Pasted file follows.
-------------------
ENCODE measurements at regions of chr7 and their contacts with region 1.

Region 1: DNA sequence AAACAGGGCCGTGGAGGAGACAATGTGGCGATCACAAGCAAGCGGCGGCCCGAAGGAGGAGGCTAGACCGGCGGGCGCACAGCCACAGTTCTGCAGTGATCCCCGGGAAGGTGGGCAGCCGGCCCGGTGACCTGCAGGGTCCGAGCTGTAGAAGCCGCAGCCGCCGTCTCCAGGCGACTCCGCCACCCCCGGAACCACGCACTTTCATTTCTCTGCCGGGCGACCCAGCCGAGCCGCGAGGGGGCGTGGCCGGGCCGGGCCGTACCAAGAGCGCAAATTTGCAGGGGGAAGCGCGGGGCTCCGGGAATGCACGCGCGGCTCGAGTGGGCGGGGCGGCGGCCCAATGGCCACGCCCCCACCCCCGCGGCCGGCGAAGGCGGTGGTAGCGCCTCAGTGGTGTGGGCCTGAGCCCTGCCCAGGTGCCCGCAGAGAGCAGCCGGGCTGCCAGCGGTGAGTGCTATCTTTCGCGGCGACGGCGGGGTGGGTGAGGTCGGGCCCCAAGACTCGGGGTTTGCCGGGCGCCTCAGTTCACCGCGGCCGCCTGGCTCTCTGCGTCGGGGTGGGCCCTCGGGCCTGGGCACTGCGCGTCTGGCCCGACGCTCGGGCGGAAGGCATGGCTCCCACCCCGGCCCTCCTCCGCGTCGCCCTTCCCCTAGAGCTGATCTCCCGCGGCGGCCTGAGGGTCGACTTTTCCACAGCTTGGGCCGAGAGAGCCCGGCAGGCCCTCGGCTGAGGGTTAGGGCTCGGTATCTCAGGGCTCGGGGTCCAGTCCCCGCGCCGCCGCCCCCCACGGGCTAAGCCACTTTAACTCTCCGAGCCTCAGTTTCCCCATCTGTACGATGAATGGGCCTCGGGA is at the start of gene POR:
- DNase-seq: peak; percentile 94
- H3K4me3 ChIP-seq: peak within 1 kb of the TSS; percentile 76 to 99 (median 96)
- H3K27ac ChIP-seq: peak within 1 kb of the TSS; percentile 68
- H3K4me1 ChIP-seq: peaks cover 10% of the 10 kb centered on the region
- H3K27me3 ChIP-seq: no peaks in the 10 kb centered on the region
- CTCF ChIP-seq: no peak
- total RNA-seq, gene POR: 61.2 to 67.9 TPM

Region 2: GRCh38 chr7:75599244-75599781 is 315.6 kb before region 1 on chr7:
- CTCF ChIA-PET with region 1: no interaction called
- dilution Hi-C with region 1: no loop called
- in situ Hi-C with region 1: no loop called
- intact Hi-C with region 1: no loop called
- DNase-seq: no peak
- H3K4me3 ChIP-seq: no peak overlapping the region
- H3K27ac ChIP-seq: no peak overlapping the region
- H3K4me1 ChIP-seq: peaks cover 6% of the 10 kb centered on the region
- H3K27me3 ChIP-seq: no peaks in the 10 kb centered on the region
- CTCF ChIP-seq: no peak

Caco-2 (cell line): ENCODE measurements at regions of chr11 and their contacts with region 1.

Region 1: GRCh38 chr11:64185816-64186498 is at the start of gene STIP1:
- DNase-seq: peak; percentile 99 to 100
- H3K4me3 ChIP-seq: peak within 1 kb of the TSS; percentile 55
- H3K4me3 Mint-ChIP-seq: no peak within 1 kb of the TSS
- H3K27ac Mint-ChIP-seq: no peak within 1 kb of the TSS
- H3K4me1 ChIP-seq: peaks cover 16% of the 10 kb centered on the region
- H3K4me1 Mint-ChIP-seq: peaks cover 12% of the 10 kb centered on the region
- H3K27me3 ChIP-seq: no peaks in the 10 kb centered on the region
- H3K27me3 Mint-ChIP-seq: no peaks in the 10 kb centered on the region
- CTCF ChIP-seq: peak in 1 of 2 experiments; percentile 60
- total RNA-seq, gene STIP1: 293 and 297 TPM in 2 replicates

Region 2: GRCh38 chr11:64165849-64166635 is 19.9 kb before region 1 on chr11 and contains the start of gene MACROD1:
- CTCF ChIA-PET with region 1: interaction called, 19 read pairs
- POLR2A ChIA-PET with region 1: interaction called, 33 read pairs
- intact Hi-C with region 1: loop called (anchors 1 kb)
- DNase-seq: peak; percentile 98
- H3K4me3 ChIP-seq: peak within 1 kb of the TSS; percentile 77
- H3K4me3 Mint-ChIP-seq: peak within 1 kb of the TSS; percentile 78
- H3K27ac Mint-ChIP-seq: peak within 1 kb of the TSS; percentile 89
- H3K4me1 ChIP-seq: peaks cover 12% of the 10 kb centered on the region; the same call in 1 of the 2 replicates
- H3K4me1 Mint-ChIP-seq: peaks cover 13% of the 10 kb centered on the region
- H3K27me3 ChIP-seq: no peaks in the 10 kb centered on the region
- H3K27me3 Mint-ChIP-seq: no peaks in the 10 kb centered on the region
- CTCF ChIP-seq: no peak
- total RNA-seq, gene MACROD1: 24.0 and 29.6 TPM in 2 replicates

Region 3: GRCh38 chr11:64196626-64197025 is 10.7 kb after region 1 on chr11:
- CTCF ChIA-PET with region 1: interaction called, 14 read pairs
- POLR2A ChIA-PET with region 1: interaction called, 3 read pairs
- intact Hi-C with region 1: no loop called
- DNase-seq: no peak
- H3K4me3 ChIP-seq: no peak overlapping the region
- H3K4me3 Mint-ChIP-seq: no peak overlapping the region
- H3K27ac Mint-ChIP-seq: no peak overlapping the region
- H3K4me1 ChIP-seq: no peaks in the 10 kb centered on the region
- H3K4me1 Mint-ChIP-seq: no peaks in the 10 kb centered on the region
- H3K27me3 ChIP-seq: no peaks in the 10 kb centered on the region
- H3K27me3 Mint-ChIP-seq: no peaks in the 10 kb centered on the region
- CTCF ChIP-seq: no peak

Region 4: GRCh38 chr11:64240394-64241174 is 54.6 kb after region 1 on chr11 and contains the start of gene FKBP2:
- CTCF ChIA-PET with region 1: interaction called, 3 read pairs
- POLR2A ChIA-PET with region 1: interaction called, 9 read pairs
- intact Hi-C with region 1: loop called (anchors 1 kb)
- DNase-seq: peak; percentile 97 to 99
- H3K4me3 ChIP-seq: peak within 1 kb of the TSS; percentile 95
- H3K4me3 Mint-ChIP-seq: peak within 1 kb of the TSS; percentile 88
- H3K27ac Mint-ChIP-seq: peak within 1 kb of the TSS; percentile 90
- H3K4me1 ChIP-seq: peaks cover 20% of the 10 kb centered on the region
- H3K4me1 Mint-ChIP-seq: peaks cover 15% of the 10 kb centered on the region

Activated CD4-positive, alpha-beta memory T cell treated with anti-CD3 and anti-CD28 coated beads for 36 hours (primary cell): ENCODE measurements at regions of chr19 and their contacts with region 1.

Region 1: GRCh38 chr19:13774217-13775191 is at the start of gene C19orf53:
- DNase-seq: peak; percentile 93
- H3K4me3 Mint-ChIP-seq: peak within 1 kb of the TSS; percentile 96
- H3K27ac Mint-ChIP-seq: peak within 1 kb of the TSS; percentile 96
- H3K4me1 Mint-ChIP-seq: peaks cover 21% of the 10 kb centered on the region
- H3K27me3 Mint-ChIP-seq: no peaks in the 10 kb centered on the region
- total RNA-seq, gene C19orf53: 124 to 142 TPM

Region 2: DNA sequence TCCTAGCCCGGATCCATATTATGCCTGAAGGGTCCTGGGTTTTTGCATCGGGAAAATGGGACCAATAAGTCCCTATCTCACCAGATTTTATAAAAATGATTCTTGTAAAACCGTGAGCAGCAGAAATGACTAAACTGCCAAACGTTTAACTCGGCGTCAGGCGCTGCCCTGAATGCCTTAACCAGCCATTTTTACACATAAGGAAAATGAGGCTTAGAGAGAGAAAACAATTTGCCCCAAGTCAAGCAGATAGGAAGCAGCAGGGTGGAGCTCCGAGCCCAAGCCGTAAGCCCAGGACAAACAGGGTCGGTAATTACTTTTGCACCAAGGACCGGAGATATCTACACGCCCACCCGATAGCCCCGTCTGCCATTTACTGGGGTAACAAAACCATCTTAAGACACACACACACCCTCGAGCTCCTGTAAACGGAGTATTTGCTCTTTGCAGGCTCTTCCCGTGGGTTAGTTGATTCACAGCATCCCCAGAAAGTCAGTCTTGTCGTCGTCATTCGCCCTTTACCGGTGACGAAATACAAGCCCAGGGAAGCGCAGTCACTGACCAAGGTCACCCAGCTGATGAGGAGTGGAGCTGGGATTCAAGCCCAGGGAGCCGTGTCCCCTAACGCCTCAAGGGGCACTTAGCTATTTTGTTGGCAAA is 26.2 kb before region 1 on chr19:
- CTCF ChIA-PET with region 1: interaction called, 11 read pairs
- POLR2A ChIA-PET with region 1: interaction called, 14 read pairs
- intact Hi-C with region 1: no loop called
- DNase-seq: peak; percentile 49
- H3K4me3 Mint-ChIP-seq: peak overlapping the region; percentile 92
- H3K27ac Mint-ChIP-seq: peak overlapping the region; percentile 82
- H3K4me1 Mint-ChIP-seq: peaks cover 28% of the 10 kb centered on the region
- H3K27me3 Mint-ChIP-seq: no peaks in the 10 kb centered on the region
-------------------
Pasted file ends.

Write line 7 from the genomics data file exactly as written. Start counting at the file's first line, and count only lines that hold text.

- H3K27me3 ChIP-seq: no peaks in the 10 kb centered on the region